US musician wins prestigious award for “having created new poetic expressions within the great American song tradition”.
What is the Nobel Prize committee thinking? They gave their Peace Prize to Barack Obama about eight years ago when he had just come to office and they just gave their literature prize to Bob Dylan now that Obama is about to leave office and the world is aghast at the prospect of either a Hillary Clinton or a Donald Trump presidency.
Is there a message in such timing? Has the 18-member Swedish Academy detected something in our time this time that they had misplaced in Obama last time?
Have they in their wisdom noted the depth of despair in the United States and the spectacle of this year’s presidential election, when ignominy and corruption have competed to the finishing line of a frightful prospect of fascism?
When they gave the Nobel Peace Prize to Obama it was a time of unsurpassed hope in America. This is a time of frightful despair. That hope proved to be woefully futile and misplaced. This despair is deeply rooted, lasting, and deepening.
Blowin’ in the wind
In now legendary songs such as Blowin’ in the Wind (1963) and The Times They Are a-Changin’ (1963) Dylan became a critical voice in the shaping of the American Civil Rights and anti-War movement far beyond the political boundaries of the United States and deep into the farthest removes of its imperial reach.
The opening stanza of Blowin’ in the Wind became something like the national anthem of the anti-war protests:
Bob Dylan was and remains the towering icon of an age of protest, defiance, and disobedience.
How many roads must a man walk down
Before you call him a man?
How many seas must a white dove sail
Before she sleeps in the sand?
Yes, how many times must the cannonballs fly
Before they’re for ever banned?
The answer my friend is blowin’ in the wind
The answer is blowin’ in the wind.
This was a time when body bags were brought home on national television – so when Dylan (straight from the tradition of the folk musician Woody Guthrie) sang:
Yes, how many ears must one man have
Before he can hear people cry?
Yes, how many deaths will it take till he knows
That too many people have died?
Millions of people were listening and singing along with him. Have eight years of uninterrupted wars of Obama’s presidency taught the wise men and women of the Nobel Prize a lesson to go back to the deepest reaches of American lyrical defiance of their politics and look for solace, if not hope?
Obama was falsely believed to be the promise of those brave uprisings.
Dylan is the evidence of a sustained struggle that is anything but over. Look at Fergusson, Black Lives Matter, and beyond: perhaps it has just started.
Has the Nobel Prize committee had reasons to listen carefully to the lyrics of The Times They Are a-Changin’?:
Come gather round people
Wherever you roam
And admit that the waters
Around you have grown
And accept it that soon
You’ll be drenched to the bone
If your time to you
Is worth savin’
Then you better start swimmin’
Or you’ll sink like a stone
For the times they are a-changin’.
Have they watched the depth of corruption of US politics in the course of this presidential election and began singing with Dylan?:
Come senators, congressmen
Please heed the call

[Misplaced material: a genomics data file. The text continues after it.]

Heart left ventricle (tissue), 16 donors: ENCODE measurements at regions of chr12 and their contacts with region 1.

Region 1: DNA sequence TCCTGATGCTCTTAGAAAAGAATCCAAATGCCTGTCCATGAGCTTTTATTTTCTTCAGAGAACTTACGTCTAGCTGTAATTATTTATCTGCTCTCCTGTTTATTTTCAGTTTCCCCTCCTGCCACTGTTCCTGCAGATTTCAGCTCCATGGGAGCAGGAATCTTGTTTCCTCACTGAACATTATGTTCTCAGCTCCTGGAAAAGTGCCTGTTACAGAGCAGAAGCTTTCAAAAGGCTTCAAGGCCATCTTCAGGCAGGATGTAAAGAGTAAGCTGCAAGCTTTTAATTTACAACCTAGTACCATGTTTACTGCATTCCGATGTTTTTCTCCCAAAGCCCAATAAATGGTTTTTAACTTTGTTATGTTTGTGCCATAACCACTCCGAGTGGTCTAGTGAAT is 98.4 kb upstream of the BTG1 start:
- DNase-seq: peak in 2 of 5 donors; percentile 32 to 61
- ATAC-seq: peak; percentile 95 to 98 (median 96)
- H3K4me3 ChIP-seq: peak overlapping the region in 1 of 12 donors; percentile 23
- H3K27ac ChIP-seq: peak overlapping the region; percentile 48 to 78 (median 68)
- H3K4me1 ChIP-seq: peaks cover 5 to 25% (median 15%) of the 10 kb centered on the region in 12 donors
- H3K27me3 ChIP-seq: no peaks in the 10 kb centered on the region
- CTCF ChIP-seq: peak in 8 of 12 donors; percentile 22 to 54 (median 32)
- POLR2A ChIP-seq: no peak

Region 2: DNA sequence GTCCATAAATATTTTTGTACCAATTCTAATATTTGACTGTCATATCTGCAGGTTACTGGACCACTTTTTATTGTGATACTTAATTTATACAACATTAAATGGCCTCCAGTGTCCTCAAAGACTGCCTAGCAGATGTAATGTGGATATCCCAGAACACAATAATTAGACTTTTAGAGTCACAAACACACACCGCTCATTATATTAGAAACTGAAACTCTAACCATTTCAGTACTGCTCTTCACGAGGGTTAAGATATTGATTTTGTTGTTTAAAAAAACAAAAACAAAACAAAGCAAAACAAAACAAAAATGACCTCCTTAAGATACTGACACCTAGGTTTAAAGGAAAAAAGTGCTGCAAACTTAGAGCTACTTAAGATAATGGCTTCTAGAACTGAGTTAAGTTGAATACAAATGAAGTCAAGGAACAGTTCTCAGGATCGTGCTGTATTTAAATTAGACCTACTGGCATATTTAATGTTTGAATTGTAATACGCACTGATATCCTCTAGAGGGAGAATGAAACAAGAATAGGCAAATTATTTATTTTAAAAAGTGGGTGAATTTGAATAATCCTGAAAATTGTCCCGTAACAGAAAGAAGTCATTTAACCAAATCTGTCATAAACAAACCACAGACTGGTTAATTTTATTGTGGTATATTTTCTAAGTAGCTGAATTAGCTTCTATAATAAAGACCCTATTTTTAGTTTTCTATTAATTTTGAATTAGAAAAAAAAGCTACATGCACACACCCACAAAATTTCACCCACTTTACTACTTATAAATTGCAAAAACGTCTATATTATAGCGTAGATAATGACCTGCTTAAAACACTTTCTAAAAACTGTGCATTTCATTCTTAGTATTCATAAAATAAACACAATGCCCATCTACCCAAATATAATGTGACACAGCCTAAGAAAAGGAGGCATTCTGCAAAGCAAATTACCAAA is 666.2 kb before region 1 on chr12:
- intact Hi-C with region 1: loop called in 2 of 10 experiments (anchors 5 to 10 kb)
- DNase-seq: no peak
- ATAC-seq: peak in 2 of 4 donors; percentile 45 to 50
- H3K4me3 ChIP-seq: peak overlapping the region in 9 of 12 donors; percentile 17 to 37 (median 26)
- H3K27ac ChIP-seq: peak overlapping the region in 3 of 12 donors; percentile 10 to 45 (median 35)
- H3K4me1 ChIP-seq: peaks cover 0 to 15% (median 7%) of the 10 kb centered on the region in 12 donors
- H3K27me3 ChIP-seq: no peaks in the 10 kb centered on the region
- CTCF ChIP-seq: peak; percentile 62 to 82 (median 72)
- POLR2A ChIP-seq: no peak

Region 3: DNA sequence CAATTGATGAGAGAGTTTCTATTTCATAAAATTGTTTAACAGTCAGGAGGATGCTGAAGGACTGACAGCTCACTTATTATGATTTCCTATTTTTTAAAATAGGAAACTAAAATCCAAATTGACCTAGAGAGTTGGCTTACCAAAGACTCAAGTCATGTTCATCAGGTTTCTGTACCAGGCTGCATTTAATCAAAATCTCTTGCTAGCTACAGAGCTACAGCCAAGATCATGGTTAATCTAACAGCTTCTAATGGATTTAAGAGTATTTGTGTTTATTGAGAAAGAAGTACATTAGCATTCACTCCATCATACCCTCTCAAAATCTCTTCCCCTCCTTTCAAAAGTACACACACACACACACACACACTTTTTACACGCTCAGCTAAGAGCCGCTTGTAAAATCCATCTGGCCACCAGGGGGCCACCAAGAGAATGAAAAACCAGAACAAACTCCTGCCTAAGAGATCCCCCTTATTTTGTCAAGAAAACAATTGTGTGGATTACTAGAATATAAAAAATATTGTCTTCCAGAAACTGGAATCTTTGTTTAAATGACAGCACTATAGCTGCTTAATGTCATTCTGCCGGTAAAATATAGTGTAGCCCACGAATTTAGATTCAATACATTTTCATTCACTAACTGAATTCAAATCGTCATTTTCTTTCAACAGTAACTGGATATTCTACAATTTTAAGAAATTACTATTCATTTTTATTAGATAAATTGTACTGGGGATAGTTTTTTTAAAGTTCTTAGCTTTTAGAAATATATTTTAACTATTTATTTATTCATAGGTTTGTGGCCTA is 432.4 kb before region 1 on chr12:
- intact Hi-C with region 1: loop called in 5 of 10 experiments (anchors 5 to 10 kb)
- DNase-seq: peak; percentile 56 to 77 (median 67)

Don’t stand in the doorway
Don’t block up the hall
For he that gets hurt
Will be he who has stalled
There’s a battle outside
And it is ragin’
It’ll soon shake your windows
And rattle your walls
For the times they are a-changin’.
Bob Dylan (original name Robert Allen Zimmerman) was and remains the towering icon of an age of protest, defiance, and disobedience. Nixon’s presidency and his war criminal Secretary of State Henry Kissinger brought the corruption that was the target of Bob Dylan’s protest songs to an ignominious end.
A short interval of President Gerald Ford’s inconsequential term in office and Jimmy Carter’s defeat by Ayatollah Khomeini’s hostage crisis ushered in the horrors of the Ronald Reagan presidency and from then on with every State of the Union address American politics shifted more and more to the right until this very day, when a charlatan thug like Trump and a corrupt corporate lackey like Clinton are competing to become the next president of the United States.
Eyebrows are raised today as to why a singer and songwriter should receive a Nobel Prize in literature. There is absolutely nothing wrong with that. In his lyrics and protest songs, Bob Dylan is one of the last remaining icons of a period when songs mattered, ideas were important, art had a purpose beyond the “culture industry”, and when public happiness spoke of some genuine hope for the trembling heart of this miasmatic empire.
After all, what did T S Eliot, Gabriel García Marquez, Samuel Beckett or Toni Morrison, who received the same prize before Dylan, do other than delve deeply into the heart of the beleaguered world and reach for a fusion of critical hope from the depths of despair?
Bob Dylan was the poet laureate of his generation. He did not just dismantle the hypocrisy of the right, he also rescued the stagnant left from useless pamphleteering and ushered in a robust lyricism of protest as his kindred soul Mahmoud Darwish was doing in Palestine, and Faiz Ahmad Faiz in Pakistan, Nazim Hikmet in Turkey, Ahmad Shamlu in Iran, Vladimir Mayakovsky in Russia, and Pablo Neruda for them all.
Is there hope for a new generation of Americans now to rediscover Dylan? As I have always said, the worst thing about the United States is that there is always hope for it.
Hamid Dabashi is Hagop Kevorkian Professor of Iranian Studies and Comparative Literature at Columbia University in New York.
The views expressed in this article are the author’s own and do not necessarily reflect Al Jazeera’s editorial policies.